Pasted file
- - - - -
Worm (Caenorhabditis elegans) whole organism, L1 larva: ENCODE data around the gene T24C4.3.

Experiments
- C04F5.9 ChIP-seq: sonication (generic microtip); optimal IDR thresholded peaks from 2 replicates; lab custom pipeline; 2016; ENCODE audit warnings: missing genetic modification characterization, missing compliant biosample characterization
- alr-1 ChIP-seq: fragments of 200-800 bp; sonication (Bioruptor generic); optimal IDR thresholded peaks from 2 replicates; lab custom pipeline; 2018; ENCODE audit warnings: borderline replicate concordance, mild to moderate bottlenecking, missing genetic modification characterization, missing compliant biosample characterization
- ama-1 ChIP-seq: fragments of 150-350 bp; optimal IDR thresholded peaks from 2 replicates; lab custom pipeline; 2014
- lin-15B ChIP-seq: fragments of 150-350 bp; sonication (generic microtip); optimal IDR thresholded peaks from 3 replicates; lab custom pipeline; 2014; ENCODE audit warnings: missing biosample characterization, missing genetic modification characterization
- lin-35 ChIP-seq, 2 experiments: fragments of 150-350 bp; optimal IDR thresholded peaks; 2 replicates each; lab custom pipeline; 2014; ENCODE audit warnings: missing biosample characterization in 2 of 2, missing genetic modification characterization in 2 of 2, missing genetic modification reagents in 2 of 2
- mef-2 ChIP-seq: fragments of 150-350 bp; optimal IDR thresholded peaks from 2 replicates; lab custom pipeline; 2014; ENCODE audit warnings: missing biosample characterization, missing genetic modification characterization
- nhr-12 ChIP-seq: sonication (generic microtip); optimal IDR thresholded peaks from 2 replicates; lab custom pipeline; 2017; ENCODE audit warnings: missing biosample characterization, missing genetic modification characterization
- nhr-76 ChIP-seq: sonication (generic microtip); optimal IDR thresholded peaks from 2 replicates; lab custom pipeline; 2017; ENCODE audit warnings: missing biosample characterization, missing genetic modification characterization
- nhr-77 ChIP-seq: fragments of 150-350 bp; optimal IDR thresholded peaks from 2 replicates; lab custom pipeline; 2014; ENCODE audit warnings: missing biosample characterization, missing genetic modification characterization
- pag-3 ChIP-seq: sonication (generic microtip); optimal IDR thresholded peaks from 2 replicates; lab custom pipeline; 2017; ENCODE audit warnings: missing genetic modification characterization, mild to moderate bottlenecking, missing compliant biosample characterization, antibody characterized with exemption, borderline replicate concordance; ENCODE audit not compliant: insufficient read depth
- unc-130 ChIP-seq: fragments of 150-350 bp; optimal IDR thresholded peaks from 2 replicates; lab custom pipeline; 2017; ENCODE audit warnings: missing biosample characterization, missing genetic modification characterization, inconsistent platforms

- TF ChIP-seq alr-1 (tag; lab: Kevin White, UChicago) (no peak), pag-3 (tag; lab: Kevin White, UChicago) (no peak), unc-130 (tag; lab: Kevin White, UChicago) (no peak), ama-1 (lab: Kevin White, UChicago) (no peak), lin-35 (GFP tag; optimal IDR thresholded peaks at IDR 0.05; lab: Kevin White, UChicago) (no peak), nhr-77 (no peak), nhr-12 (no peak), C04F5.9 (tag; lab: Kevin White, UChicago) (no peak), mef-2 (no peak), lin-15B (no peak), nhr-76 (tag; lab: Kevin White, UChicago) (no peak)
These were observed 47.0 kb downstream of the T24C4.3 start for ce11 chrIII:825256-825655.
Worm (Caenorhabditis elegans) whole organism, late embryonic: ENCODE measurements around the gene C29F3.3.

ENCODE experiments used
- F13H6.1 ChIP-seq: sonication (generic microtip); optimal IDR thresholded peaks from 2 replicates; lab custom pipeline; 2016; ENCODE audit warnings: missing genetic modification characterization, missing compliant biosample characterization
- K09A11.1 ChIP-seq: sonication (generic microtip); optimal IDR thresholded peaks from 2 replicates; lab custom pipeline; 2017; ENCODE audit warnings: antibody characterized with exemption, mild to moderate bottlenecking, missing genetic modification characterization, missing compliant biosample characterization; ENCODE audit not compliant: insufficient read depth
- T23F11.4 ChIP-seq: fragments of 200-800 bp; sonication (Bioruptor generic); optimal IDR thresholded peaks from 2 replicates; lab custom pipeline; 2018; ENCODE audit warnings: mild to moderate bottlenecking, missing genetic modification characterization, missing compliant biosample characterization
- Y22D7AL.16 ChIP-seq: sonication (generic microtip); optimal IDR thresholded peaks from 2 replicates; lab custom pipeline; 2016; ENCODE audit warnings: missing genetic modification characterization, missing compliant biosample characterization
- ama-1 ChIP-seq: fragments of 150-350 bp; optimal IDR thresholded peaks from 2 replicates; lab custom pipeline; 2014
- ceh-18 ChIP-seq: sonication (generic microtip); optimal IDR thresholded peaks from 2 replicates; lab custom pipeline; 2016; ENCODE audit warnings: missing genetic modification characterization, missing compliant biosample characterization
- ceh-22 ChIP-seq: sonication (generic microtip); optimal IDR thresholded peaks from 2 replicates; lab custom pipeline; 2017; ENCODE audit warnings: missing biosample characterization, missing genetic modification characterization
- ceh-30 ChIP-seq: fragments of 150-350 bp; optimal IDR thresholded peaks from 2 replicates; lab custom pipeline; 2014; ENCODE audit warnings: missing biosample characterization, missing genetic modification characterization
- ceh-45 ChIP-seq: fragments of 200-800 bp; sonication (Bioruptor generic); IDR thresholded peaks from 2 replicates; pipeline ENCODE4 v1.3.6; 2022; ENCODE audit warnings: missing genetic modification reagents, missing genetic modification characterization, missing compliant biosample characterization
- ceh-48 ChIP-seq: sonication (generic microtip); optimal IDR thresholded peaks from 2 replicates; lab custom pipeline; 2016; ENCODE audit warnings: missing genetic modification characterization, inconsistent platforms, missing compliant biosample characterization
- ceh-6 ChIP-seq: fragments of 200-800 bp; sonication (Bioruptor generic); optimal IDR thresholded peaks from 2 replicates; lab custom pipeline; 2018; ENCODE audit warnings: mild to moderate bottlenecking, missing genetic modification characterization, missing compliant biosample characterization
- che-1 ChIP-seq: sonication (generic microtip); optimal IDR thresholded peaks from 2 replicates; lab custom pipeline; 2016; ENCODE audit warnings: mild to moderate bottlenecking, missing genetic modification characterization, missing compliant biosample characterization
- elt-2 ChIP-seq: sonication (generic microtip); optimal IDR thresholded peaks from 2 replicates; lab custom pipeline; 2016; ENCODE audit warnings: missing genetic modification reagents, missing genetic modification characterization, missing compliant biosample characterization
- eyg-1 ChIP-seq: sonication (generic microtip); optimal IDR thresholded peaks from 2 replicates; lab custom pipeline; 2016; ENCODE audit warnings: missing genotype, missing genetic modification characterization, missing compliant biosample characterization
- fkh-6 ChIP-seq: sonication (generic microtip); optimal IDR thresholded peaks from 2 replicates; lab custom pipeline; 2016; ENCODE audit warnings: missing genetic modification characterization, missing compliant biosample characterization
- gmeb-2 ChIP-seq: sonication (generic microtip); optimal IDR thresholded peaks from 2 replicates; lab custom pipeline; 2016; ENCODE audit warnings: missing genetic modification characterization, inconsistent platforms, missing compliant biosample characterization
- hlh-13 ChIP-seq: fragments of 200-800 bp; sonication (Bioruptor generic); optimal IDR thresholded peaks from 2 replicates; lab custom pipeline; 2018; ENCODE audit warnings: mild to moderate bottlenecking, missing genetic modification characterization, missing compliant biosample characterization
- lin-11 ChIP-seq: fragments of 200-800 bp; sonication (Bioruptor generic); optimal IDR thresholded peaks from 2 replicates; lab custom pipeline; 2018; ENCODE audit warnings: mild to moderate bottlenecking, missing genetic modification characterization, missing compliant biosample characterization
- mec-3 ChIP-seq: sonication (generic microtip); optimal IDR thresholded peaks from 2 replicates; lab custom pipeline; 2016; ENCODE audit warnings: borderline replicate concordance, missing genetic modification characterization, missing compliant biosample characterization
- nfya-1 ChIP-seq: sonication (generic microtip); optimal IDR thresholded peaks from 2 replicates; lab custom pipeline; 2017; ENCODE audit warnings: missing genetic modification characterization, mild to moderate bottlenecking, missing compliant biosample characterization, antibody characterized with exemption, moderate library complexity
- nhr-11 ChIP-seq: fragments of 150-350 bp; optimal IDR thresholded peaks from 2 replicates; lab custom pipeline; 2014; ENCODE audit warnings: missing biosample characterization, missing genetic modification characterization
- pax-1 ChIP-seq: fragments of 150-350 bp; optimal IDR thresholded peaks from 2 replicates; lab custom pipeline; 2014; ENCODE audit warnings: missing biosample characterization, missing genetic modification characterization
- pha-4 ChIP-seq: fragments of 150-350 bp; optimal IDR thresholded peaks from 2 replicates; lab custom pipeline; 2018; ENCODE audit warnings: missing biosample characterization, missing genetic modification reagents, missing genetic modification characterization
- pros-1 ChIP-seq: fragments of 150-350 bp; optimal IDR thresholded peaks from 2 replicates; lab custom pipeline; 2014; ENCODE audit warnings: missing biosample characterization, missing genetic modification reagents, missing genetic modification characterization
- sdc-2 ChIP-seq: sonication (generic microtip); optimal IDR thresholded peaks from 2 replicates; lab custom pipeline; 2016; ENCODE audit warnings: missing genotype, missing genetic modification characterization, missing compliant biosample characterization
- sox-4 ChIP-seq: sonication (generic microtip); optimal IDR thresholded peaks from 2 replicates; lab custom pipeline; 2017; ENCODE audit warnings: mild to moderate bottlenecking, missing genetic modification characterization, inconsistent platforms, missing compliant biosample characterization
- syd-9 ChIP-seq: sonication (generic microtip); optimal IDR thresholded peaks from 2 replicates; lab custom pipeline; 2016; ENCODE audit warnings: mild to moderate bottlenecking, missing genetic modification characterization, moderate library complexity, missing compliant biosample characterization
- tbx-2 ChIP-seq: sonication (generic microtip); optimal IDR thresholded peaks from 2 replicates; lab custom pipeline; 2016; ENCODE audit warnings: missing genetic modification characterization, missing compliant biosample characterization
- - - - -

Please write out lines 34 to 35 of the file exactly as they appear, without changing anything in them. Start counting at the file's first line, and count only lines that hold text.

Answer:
- hlh-13 ChIP-seq: fragments of 200-800 bp; sonication (Bioruptor generic); optimal IDR thresholded peaks from 2 replicates; lab custom pipeline; 2018; ENCODE audit warnings: mild to moderate bottlenecking, missing genetic modification characterization, missing compliant biosample characterization
- lin-11 ChIP-seq: fragments of 200-800 bp; sonication (Bioruptor generic); optimal IDR thresholded peaks from 2 replicates; lab custom pipeline; 2018; ENCODE audit warnings: mild to moderate bottlenecking, missing genetic modification characterization, missing compliant biosample characterization